In the meantime, Morvan Lukk was celebrating in his lavish chambers, quaffing wine and laughing at the thought of having banished Death from his kingdom.
“I am a god!” he gurgled happily between a bite of turkey and chunk of mango “I’ve removed the Dark One’s influences from my land! No one in this city shall ever die; I have given my people the ultimate gift!”
He was still celebrating when the report came from the gates.
“My lord, we…we can’t open them,” whimpered the captain of the guards as he shrivelled under the scorching gaze of his sovereign.
“What trickery is this?” he raved, angrily throwing an emerald-studded cup out of the tower window. “Get the army down there! Break them down!”
Their efforts proved fruitless. It soon became apparent that the gates could not be opened, destroyed or bypassed. Finally, Lukk ordered his soldiers to scale the walls and go secure food from the outside world.
They returned as white as chalk, trembling before the wrath of the master.
“We can’t get out, lord,” they said, recounting how all attempts of climbing down the walls had resulted in them reappearing within the city.
There was no way in or out of Kara’na’Zell.
Months later the population was starving.
Morvan Lukk had done his best to cull the revolts, but he had soon found that the revolutionaries couldn’t be killed. Their bodies could be irreparably mangled, but life persisted within the twisted remains.
Soon, even Lukk himself was deprived of nourishment, and he wasted away. After five years, he was no more than a dry husk of skin and bone, barely strong enough to move from his jewelled throne. Every movement was pain, and even immobility became torment.
Yet still he did not die.
Around the city, life flourished, and through the ages, the desert became green, then brown and then green once more.
But the city that had refused Death remained, unchanging.
* * *
The figure rode through a forest of willows, their horse snorting happily. They stopped from time to time to let the steed drink and munch on the green shoots growing in the glades and meadows of this quiet corner of the world.
On the outskirts of the forest, they found the town of Jopilan, its stockades describing a wide protective circle around the wooden houses and stone fences.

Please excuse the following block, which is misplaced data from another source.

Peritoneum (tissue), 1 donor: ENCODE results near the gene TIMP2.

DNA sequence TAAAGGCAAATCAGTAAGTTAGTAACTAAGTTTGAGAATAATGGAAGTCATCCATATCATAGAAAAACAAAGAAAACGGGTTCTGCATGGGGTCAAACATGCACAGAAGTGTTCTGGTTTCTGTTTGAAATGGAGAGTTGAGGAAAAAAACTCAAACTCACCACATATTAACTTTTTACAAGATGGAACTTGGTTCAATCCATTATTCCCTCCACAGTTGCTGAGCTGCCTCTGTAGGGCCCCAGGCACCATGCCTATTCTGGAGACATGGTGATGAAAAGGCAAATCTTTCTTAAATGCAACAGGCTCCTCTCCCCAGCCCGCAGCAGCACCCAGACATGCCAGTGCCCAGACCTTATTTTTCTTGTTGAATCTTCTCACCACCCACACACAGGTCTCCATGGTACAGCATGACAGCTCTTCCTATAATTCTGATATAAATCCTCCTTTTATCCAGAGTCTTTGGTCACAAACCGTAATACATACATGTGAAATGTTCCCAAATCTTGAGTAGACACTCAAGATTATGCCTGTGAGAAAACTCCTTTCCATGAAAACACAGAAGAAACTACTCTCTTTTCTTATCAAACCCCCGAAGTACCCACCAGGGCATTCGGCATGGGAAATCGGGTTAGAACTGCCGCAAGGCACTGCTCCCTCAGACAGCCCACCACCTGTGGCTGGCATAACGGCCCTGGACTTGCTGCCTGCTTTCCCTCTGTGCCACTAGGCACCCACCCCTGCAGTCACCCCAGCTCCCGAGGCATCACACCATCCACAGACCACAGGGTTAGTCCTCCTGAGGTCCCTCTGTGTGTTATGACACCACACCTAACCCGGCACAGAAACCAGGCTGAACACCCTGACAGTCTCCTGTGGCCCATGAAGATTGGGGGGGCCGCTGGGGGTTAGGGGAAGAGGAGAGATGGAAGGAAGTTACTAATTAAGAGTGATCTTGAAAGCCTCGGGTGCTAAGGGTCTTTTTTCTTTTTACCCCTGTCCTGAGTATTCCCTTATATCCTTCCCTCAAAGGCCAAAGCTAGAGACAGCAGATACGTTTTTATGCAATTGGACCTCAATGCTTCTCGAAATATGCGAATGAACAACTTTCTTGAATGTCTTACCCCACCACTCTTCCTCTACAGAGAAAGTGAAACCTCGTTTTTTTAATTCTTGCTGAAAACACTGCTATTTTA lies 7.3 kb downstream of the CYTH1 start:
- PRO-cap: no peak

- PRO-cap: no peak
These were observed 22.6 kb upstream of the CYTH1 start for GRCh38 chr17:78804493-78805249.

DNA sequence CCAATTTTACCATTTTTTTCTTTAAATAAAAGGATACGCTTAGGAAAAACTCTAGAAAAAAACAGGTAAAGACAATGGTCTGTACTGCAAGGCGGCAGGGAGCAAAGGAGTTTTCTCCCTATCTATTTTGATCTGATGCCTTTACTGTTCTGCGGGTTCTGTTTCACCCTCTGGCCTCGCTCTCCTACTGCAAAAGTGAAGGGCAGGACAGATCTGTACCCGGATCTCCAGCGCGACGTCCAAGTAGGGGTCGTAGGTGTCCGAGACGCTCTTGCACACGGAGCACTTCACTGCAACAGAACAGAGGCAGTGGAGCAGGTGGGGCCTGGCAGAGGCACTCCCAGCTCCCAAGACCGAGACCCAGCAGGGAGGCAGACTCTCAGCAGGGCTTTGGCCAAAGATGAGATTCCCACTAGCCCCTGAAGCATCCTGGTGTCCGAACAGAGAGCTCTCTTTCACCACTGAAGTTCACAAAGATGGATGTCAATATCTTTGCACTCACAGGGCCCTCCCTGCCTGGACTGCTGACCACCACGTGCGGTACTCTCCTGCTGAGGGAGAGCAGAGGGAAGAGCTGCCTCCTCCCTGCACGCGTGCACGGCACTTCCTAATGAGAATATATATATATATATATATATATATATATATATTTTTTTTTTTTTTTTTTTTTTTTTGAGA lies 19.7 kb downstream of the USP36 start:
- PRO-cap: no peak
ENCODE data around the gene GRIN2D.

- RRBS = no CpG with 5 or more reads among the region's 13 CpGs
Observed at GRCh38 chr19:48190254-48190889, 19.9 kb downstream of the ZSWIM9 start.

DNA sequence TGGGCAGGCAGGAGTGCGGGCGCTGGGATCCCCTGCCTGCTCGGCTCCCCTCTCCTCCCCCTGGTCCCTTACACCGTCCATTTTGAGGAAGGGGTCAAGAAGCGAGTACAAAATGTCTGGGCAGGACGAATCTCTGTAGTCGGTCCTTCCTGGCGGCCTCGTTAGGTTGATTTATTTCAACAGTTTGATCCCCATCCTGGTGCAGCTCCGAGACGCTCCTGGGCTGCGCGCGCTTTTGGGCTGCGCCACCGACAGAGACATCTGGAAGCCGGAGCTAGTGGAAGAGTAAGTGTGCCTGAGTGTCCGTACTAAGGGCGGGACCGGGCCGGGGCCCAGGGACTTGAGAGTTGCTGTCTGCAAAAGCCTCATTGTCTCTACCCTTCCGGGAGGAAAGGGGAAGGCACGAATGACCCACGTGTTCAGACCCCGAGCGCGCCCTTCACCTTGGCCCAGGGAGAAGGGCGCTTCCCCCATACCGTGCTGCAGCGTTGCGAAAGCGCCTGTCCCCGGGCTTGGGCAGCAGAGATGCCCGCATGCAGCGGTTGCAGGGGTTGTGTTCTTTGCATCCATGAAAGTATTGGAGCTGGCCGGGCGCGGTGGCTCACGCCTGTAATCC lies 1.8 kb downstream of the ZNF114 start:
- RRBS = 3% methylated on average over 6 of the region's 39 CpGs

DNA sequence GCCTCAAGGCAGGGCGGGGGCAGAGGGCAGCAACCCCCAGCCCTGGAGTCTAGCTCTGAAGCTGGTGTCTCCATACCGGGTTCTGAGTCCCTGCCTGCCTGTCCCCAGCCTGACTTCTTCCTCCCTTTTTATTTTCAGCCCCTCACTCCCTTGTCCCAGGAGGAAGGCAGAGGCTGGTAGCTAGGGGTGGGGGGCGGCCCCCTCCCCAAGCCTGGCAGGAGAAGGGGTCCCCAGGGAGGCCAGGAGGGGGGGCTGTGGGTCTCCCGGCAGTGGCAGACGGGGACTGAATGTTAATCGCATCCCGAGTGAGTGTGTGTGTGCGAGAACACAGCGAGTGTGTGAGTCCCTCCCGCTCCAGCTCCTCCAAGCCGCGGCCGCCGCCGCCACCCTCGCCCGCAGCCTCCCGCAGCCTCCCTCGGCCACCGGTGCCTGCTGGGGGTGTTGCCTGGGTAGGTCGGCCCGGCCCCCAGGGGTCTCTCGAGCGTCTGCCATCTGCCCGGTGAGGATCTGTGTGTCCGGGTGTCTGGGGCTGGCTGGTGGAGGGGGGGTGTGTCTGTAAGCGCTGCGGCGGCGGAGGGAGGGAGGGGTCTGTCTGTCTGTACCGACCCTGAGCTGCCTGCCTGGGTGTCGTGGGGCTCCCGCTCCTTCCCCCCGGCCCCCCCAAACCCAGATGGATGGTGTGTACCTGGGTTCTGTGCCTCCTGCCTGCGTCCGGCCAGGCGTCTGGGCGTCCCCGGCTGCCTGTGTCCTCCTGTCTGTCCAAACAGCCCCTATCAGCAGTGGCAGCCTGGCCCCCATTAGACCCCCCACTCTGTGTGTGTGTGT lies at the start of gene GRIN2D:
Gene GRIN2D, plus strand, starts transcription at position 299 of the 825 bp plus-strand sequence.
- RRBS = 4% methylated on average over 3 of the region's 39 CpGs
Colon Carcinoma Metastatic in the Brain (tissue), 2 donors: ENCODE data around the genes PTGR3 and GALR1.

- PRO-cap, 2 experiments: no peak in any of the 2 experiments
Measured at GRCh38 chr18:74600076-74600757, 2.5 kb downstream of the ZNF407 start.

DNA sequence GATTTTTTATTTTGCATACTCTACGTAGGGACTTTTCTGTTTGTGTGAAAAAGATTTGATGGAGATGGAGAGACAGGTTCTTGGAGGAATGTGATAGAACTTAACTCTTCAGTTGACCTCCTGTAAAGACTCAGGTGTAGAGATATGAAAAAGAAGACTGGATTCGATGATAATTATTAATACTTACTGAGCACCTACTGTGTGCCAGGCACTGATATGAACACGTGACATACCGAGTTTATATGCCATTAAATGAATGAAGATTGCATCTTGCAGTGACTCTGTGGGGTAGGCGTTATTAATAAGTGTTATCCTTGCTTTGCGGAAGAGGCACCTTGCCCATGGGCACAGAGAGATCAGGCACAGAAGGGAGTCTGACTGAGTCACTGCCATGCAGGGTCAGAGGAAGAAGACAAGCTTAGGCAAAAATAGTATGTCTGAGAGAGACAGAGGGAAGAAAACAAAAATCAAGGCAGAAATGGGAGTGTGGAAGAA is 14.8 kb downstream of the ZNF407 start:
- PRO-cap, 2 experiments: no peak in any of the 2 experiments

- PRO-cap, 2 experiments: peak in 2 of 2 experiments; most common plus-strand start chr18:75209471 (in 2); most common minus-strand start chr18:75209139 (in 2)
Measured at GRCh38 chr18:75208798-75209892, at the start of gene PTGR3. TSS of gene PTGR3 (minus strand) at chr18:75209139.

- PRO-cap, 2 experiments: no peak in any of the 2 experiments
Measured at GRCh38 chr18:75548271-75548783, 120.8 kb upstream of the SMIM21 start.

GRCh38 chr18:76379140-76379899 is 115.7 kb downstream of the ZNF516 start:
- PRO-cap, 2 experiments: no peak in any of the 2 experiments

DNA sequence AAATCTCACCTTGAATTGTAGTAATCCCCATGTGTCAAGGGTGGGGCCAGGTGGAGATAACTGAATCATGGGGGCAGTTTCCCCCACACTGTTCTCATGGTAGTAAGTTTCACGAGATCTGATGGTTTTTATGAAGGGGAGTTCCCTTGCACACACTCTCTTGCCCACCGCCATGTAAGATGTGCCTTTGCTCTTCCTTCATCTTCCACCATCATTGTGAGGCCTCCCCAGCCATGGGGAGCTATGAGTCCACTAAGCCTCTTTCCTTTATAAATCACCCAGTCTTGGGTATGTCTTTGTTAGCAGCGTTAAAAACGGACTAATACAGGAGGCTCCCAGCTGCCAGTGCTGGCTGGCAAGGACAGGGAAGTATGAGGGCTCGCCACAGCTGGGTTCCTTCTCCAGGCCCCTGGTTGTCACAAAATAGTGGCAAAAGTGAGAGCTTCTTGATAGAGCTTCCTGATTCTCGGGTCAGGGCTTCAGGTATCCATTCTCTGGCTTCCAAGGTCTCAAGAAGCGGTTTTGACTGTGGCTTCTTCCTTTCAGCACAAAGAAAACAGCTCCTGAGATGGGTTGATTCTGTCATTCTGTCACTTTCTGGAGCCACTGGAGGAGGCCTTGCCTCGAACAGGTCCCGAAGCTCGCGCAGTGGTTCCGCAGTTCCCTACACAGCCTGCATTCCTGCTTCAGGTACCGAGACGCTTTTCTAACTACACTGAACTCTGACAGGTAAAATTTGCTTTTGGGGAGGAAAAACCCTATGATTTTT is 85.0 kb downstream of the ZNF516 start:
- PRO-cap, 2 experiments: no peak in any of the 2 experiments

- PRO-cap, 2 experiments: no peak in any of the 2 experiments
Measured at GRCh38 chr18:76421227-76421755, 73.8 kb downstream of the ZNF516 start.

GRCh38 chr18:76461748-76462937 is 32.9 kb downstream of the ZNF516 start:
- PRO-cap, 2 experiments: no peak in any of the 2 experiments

As the figure rode up to the gate, two guards stepped out of the shadows. They were robed in roughspun cloaks of green and brown and their faces were hard.
But they immediately swept into a low bow when they recognized the rider.
“My friend, you are welcome to our humble town. Please, follow us; the mayor has instructed that you be lodged in her house. Then we shall send Firn to warn the cooks: there is to be a feast tonight.”
The rider smiled and inclined their head.
The feast was lovely, and although the Reaper didn’t touch any of the food, the hosts were delighted to see that they were at least tempted by the wine. Around the large banquet table, people danced and sang by the fire, while others talked and told jokes.
As the moon rose, the rider lowered their hood, revealing a kind face.
“Thank you for your welcome, dear friends,” they said, as their smile coaxed laugh lines from the odd corners of their face. “I will now walk among you, and choose those that I must take with me.”
A silence fell over the crowd. They all nodded.
The Reaper rose and gently went from person to person. It marked only a few with its touch, and these became the centre of the festivities for the rest of the evening.
When morning came, the rider was waiting atop its horse in the centre of the square. Those they had marked came to stand beside them, while the rest of the village formed an honour guard to the gate that led to the Plains.
There were some tears, but mostly smiles as the dead, their heads adorned with flowers, followed the white horse into the Path Beyond. Behind them the gates of the town remained open, and a kind wind blew through them bringing the seeds of new beginnings.-